(Contributed by Valéria M. Souza)
On Wednesday evening, November 17, 2010, more than 40 guests, including faculty, staff, and students from the University of Massachusetts Boston as well as several neighboring institutions, gathered in Healey Library to attend a talk by internationally acclaimed translator Richard Zenith, entitled “Translating Fernando Pessoa and His Personas.” The lecture, collaboratively organized by Professors Diego Mansilla (Translation) and Valéria M. Souza (Portuguese), was sponsored by the Department of Hispanic Studies Translation Program.
Richard Zenith, who translated numerous texts by Lusophone poets and authors including Fernando Pessoa, João Cabral de Melo, José Luís Peixoto, and António Lobo Antunes, is also the author of short stories and poetry in Portuguese. He recently published a photo biography on Pessoa (Temas & Debates, 2010) and is currently working on a biography of the poet. Mr. Zenith’s book Fernando Pessoa & Co: Selected Company (Grove Press) won the 1999 PEN Award for Poetry in Translation, and his new version of Pessoa’s Book of Disquiet (Penguin) was awarded the 2002 Gulbenkian Prize for Portuguese Translation. Mr. Zenith visited the University of Massachusetts Boston this month as part of an international speaking tour.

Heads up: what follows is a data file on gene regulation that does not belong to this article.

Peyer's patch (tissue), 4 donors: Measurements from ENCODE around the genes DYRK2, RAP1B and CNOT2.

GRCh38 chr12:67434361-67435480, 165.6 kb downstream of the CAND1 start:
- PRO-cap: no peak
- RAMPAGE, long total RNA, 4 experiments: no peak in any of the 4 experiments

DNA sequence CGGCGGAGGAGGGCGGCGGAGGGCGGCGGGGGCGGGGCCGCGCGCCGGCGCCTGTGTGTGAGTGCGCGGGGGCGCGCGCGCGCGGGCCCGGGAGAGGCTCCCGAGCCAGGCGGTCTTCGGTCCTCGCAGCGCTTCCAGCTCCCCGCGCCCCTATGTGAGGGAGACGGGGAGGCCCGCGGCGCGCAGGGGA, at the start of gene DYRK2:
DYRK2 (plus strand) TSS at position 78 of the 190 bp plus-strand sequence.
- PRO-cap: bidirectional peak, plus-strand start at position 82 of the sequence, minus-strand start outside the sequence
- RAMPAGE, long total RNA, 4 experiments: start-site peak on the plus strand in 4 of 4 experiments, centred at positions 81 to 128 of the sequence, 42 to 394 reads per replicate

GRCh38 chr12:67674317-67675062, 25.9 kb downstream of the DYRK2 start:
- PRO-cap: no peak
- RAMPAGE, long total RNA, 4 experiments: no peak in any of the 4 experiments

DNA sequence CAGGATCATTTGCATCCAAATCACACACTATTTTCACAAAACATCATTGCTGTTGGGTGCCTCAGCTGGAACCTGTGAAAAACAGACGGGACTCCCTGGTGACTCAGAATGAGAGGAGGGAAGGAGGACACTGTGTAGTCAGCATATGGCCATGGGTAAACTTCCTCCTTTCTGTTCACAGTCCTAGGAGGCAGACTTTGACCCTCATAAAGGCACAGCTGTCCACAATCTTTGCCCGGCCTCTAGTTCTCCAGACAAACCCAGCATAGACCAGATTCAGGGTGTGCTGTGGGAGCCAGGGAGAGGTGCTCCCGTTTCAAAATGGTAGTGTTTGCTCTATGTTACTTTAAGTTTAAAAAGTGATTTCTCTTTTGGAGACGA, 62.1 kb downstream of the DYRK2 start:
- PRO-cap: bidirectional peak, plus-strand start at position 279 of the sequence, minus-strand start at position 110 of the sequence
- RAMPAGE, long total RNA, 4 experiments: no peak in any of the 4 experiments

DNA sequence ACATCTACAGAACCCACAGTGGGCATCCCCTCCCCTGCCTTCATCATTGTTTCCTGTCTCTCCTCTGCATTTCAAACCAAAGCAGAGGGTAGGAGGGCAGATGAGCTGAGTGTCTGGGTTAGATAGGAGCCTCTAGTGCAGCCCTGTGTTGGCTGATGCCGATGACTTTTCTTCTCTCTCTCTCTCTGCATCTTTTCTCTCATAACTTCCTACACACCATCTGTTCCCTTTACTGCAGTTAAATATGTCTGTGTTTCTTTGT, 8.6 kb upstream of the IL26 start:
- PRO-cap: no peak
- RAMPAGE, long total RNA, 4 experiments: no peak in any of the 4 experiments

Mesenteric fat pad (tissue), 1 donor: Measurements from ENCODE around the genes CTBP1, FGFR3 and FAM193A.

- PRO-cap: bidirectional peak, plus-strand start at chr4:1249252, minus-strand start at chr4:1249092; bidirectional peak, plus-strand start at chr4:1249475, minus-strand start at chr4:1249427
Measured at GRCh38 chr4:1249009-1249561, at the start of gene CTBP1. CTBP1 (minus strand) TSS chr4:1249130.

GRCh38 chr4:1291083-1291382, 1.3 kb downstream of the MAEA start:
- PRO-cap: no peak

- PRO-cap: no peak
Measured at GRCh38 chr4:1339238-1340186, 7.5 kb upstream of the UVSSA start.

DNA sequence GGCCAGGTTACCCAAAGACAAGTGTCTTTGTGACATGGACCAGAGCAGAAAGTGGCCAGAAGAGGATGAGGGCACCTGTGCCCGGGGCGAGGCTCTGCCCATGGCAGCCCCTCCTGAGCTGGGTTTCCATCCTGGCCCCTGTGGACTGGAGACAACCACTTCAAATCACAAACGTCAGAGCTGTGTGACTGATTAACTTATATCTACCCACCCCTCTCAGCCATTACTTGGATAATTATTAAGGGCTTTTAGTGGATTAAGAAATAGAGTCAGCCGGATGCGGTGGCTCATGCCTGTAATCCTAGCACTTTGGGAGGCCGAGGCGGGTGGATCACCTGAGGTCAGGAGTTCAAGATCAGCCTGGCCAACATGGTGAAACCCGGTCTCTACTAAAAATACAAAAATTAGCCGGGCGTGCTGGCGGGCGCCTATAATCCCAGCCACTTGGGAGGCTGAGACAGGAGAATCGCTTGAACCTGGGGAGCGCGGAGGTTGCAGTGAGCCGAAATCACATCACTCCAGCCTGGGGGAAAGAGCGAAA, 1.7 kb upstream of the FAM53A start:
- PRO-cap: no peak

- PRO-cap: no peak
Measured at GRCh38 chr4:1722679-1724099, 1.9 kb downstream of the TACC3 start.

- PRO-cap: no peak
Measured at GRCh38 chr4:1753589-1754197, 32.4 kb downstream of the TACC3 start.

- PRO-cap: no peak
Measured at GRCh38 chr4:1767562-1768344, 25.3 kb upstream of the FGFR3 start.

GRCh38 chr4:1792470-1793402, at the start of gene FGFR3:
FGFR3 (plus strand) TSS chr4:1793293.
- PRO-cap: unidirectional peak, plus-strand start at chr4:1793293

During last week’s talk, attendees first had the opportunity to gain relevant background information about Fernando Pessoa and his heteronyms, presented by the translator in a lively and engaging format, before participating in a workshop-style question and answer session, in which Mr. Zenith responded to translation students’ many enthusiastic inquiries regarding the challenges involved in working with some specific poems, namely Pessoa’s famous “Autopsychography” and “Tobacco Shop.”
Because the talk drew a substantial audience comprised of individuals with a diverse array of interests—ranging from Portuguese and Spanish language students, professional translators, and translation students to scholars and students of literature—it not only stimulated thought-provoking discussion, but also served as a valuable means of strengthening interdisciplinary and interdepartmental connections among different programs in the humanities at UMass Boston.